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In 1986, more than 8,000 black teenagers were arrested across Los Angeles County for drug offenses. After a steady, steep decline, that number fell to just 400 in 2013. Meanwhile, drug arrests of L.A.’s white middle-agers more than doubled. From the peak arrest year (1986) to the present, a huge shift in racial patterns has emerged:

Source: Criminal Justice Statistics Center, 2013

In the cities of Los Angeles and Compton, once notorious for draconian gang crackdowns, mass street-corner busts, and televised crackhouse raids by police, arrests of black teenagers for drugs plunged by 97 percent (4,729 in 1986; 132 in 2013) as white, over-40 drug arrests surged (616 in 1986; 1,133 in 2013).

In the 1980s, an African American teenager in Los Angeles was 30 times more likely to be arrested for drugs than a white middle-ager. No one admitted aging whites even had a drug problem – despite 6,000 deaths among whites age 40 and older in L.A. from illicit drugs over the last 25 years. (Fewer than 100 L.A. African Americans under age 25 died from illicit drugs during the same period).

Now, an unthinkable new era has arrived: Los Angeles’s white middle-agers are just as likely to get arrested for drugs as black teens. Other races and young ages also show sharp declines, but the black-white and young-old disparities that have long defined drug policing are disappearing – but not completely.

Elsewhere in California, while black teenagers remain 32 percent more likely to be arrested for drugs than middle-aged whites, similar equalizing trends are evident:

Table: Drug arrest rate in California (outside L.A.), Black teenagers vs White middle-agers

Source: Criminal Justice Statistics Center, 2013

California’s seismic shifts are shattering popular theories about crime and drugs in deeply unsettling, often unwanted ways as drug enforcement catches up to drug abuse reality. Powerful agendas, funding schemes, and public relations strategies are threatened.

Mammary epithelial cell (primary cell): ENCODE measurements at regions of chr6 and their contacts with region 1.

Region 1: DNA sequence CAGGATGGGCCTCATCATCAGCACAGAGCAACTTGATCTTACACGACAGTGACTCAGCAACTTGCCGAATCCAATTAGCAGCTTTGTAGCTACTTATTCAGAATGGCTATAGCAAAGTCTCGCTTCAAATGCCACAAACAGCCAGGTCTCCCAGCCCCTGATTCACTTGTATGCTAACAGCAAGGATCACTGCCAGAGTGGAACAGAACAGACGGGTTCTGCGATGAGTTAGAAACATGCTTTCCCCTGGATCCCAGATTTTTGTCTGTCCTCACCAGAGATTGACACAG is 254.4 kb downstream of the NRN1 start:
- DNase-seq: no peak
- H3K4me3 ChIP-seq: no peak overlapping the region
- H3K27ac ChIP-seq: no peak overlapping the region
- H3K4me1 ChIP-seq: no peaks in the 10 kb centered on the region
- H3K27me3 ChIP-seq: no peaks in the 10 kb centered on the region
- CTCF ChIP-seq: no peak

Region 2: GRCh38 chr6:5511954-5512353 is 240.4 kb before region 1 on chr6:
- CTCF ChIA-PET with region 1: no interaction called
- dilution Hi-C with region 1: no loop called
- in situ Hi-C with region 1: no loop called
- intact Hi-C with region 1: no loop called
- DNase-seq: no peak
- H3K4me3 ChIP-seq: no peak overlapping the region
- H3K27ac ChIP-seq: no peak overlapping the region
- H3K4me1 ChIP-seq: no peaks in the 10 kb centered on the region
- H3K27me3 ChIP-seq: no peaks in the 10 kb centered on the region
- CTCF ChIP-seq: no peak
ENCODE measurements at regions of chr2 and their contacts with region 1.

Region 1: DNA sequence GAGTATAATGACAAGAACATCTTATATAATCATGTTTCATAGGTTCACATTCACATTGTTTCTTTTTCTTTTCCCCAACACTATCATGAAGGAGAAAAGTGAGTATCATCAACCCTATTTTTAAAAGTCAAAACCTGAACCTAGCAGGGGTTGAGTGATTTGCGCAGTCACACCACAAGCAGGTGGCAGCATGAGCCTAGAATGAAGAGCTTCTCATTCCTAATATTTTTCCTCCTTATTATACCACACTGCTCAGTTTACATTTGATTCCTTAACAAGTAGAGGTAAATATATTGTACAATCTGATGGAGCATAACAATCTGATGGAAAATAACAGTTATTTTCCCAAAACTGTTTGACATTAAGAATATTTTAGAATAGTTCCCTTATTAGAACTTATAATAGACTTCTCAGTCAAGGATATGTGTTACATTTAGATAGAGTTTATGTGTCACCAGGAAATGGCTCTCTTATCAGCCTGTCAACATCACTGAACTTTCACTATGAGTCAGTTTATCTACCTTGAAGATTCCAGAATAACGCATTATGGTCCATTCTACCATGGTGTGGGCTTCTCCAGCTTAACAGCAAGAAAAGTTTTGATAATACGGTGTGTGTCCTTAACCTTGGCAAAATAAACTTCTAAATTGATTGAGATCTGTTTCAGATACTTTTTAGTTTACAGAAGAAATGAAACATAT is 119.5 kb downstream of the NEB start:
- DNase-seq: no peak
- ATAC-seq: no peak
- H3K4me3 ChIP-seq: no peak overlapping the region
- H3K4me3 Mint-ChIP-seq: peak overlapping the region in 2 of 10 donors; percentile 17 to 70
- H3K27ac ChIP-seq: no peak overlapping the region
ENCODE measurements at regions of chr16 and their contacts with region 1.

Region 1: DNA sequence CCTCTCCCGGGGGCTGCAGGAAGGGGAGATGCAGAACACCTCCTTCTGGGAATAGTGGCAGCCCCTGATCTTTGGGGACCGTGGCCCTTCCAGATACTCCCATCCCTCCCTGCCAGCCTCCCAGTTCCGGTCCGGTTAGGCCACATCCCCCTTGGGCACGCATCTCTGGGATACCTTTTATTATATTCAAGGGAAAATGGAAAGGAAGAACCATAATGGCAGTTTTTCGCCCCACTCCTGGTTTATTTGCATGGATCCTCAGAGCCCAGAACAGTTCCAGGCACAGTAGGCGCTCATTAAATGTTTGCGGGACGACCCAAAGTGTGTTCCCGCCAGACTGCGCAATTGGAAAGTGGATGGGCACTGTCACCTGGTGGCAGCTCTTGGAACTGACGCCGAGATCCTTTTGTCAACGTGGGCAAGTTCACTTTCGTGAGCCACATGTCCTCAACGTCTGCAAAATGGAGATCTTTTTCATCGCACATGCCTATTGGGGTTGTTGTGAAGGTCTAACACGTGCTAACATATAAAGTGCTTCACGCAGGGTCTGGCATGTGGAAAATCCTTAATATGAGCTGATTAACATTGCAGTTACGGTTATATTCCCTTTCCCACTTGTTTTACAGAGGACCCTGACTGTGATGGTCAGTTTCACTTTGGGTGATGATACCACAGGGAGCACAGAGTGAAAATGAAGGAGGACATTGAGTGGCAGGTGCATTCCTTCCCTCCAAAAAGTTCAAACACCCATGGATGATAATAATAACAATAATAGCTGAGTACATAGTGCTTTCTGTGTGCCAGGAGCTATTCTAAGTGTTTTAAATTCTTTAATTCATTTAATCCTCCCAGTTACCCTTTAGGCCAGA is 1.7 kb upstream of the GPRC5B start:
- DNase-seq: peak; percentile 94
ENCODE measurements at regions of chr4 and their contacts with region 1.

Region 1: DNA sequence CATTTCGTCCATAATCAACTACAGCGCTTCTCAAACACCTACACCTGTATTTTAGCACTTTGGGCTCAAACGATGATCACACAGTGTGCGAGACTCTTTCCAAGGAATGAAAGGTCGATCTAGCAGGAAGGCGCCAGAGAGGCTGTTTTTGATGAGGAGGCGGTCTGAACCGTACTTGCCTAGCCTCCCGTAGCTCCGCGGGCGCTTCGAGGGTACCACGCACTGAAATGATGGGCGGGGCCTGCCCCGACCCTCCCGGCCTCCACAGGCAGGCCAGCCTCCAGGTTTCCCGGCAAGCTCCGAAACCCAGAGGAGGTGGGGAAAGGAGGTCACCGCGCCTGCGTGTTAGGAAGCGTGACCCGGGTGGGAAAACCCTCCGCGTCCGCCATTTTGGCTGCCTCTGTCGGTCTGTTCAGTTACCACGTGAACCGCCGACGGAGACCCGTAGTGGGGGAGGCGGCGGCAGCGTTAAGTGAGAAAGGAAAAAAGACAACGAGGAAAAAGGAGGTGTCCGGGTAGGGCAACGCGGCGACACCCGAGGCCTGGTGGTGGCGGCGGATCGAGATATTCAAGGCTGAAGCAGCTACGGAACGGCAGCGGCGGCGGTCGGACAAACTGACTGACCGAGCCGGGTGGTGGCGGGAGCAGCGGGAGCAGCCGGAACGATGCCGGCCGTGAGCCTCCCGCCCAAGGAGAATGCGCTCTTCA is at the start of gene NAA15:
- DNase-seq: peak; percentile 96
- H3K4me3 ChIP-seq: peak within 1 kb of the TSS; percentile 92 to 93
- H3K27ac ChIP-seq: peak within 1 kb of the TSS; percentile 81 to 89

So far, drug-war interests are responding in the usual way – by remaining stuck in 1992 and 1892, the dismal past when leaders blamed drug crises on feared scapegoat populations and pushed harsh police crackdowns. The Partnership@​drugfree.​org, the White House Office of National Drug Control Policy, the Ad Council, and their news-media sycophants continue to peddle the same cartoonish images that never had anything to do with America’s real drug crises.

The rapid aging and whitening of California’s drug abusers and drug arrestees in recent decades is evident in cold statistics. Of those arrested in the 1980s, just 5 percent were over age 40, and 2 percent were over-40 whites. Today, 30 percent are 40 and older, and 15 percent are older whites.

Although unspoken, California’s new drug realities may be the key, hidden motivator for drug policy reforms. Measures substituting decriminalization, treatment and community programs for incarceration are consistent with medical” notions afforded older whites as opposed to policing” aimed at younger people of color.